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Dentaljuce Shorts: 500 words, 10 MCQs, on general medicine and surgery.


Migraine is a genetically influenced neurological disorder characterised by recurrent moderate to severe headaches. These headaches are typically unilateral and associated with nausea, and sensitivity to light, sound, and smell.

Onset usually occurs around puberty, with a higher prevalence in women, and a significant impact during middle age.

Signs and Symptoms

Migraine attacks are divided into four phases: prodrome, aura, pain, and postdrome. Not all individuals experience every phase.

Prodrome: Occurs hours or days before the headache, presenting symptoms such as mood changes, fatigue, food cravings, and neck stiffness.

Aura: A transient focal neurological phenomenon preceding the headache, lasting less than 60 minutes. Symptoms include visual disturbances like scintillating scotomas, sensory changes, and motor symptoms.

Aura with enhancements reminiscent of a zigzag fort structure
Enhancements reminiscent of a zigzag fort structure
Negative scotoma, loss of awareness of local structures
Negative scotoma, loss of awareness of local structures

Pain: Characteristically unilateral, throbbing, and aggravated by physical activity. Accompanied by nausea, vomiting, and sensitivity to light and sound.

The headache typically lasts 4-72 hours in adults.

Postdrome: Following the headache, individuals may experience fatigue, cognitive difficulties, mood changes, and residual head pain.

Causes and Pathophysiology

The exact cause of migraines is unknown, but they are believed to result from a combination of genetic and environmental factors. The condition is related to abnormalities in nerve cell excitation and inhibition in the brain.

Theories have evolved from vascular origins to now focusing on neuronal impairments and cortical spreading depression.

Animation of cortical spreading depression
Animation of cortical spreading depression


Diagnosis is clinical, based on the patient’s history and symptoms, often following the "5, 4, 3, 2, 1 criteria":

  • Five or more attacks (two if with aura)
  • Four hours to three days in duration
  • Two or more of the following: unilateral location, pulsating quality, moderate/severe pain, aggravation by physical activity
  • One or more of the following: nausea/vomiting, photophobia, phonophobia

Neuroimaging is reserved for atypical cases to rule out other causes.


Treatment strategies include acute and preventive measures. For acute attacks, over-the-counter analgesics like ibuprofen and paracetamol are first-line treatments.

Triptans and ergotamines are used for refractory cases. Preventive treatment is indicated for individuals with frequent attacks and includes medications such as propranolol, topiramate, and amitriptyline.


Managing migraine involves lifestyle modifications, trigger avoidance, and pharmacological treatments. Non-pharmacological approaches like regular sleep, dietary adjustments, and aerobic exercise can also be beneficial.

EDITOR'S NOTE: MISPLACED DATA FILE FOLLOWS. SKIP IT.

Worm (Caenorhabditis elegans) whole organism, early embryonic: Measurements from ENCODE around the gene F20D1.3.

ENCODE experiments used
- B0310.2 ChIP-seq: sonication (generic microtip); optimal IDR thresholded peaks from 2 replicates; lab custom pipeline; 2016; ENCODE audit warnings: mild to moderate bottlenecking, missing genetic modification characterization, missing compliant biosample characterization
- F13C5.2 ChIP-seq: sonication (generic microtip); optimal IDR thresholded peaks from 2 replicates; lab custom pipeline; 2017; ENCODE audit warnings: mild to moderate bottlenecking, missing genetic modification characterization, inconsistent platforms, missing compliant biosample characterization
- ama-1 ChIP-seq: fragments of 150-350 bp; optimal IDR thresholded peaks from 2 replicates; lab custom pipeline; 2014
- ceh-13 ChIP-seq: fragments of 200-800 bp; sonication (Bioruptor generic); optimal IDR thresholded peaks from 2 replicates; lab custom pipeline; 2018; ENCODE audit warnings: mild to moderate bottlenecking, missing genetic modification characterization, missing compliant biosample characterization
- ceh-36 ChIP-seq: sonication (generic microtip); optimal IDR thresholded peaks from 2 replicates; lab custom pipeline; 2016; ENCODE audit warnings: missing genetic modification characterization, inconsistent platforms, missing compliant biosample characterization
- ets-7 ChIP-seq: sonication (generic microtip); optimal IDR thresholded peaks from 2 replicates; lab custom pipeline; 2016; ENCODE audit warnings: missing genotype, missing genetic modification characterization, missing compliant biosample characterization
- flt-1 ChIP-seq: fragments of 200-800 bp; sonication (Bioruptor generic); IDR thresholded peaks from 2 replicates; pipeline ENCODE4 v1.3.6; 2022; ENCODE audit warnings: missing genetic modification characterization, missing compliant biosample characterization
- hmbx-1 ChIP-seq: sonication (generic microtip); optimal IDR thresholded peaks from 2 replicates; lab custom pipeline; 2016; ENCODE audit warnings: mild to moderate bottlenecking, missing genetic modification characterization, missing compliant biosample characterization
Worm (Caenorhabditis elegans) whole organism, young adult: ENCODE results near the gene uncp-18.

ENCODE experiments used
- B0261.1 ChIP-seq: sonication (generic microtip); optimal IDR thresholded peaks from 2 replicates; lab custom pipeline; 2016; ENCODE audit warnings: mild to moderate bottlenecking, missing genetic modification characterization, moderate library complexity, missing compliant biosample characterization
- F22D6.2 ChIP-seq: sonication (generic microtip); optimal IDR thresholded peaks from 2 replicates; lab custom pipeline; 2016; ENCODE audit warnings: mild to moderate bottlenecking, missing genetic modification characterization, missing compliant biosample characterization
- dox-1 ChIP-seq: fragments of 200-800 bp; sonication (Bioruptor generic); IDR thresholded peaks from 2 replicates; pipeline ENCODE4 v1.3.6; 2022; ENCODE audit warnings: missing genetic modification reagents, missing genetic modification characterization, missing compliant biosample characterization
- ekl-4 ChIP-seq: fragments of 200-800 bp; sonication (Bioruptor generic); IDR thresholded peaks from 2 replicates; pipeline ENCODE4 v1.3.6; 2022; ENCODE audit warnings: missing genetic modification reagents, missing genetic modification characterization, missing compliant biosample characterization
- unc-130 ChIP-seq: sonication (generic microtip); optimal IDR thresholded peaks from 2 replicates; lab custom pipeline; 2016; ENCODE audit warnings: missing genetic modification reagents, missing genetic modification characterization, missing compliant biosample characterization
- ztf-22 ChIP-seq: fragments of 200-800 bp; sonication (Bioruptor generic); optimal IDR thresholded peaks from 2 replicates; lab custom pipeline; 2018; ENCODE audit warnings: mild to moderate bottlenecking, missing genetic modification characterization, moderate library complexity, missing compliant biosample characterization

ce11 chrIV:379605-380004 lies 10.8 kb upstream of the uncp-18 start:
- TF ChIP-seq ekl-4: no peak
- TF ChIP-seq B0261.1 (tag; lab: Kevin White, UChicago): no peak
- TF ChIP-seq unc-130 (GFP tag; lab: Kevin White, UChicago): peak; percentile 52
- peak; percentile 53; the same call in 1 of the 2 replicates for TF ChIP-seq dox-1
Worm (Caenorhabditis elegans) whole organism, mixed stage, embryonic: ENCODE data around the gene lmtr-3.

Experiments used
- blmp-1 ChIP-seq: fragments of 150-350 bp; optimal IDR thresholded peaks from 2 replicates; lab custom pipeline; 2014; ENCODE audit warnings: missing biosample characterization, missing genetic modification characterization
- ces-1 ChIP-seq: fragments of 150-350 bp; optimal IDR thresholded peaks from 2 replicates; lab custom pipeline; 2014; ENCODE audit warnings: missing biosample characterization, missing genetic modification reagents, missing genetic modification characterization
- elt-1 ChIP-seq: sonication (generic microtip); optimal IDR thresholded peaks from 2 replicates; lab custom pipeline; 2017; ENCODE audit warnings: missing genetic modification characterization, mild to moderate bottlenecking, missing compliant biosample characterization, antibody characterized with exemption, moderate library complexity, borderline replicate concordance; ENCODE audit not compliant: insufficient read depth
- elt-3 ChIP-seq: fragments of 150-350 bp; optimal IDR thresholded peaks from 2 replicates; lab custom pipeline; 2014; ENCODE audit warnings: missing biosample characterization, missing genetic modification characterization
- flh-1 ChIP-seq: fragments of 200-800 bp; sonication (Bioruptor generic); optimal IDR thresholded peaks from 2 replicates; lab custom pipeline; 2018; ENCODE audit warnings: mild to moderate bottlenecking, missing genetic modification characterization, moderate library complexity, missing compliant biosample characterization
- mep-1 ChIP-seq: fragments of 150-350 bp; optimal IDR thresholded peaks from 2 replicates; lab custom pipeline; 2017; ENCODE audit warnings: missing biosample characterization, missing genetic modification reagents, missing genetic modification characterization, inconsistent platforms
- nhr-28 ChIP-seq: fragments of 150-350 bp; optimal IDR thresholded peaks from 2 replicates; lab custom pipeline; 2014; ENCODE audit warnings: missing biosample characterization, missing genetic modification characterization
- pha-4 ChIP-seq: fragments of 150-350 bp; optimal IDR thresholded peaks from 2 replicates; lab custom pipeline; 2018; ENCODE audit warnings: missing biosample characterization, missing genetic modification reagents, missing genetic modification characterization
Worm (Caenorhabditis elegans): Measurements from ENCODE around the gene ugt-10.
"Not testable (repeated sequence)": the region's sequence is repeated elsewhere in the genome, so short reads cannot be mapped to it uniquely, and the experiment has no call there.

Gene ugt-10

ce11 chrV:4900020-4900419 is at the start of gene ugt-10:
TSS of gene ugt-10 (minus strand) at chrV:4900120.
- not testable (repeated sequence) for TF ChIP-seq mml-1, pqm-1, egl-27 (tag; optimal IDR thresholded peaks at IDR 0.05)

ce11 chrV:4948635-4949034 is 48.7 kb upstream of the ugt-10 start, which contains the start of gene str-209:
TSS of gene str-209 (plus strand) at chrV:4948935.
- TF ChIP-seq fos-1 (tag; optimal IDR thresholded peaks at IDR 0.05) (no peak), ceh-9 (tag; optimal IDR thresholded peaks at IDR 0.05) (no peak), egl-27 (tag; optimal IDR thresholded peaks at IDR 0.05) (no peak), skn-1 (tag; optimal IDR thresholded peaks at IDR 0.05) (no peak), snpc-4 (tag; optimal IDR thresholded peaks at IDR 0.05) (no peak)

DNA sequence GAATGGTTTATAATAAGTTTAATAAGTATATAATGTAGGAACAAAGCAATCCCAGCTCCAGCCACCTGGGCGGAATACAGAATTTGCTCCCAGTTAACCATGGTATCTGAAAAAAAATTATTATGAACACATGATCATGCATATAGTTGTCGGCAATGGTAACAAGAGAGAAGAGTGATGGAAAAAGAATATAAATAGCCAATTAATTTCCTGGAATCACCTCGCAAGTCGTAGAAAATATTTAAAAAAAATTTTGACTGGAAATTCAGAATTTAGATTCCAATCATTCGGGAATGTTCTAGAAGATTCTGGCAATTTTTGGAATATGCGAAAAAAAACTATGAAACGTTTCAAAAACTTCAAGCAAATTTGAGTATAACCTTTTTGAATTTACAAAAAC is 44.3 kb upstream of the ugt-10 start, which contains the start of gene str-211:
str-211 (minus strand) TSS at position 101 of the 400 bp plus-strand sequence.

Education on managing triggers and adherence to treatment plans is very important for reducing the frequency and severity of attacks.


Migraine affects approximately 15% of the global population, with a higher prevalence in women. It is one of the most disabling neurological conditions, significantly impacting the quality of life and productivity.

Percent of women (top) and men (bottom) who have experienced migraine in a given year
Percent of women (top) and men (bottom) who have experienced migraine in a given year


Historical references to migraine-like symptoms date back to ancient Egypt around 1500 BCE. The term "migraine" originates from the Greek word "hemikrania," meaning "half of the skull." Significant advancements in understanding and treatment began in the 19th and 20th centuries.

A trepanated skull, from the Neolithic
A trepanated skull, from the Neolithic. The perimeter of the hole in the skull is rounded off by ingrowth of new bony tissue, indicating that the person survived the operation.

Self-assessment MCQs (single best answer)

Which of the following is the most common symptom associated with a migraine headache?

What is the typical duration of a migraine headache in adults?

Which phase of a migraine attack involves transient neurological symptoms such as visual disturbances?

Which of the following medications is commonly used as a preventive treatment for migraines?

What is the term for a migraine attack that lasts longer than 72 hours?

Which of the following is a recognised trigger for migraines?

Which of the following phases of a migraine attack is characterised by symptoms like mood changes and food cravings?

Which visual phenomenon is commonly associated with migraine aura?

Which of the following best describes the genetic contribution to the likelihood of developing migraines?

Which diagnostic criterion is required for the diagnosis of migraine without aura according to the "5, 4, 3, 2, 1 criteria"?


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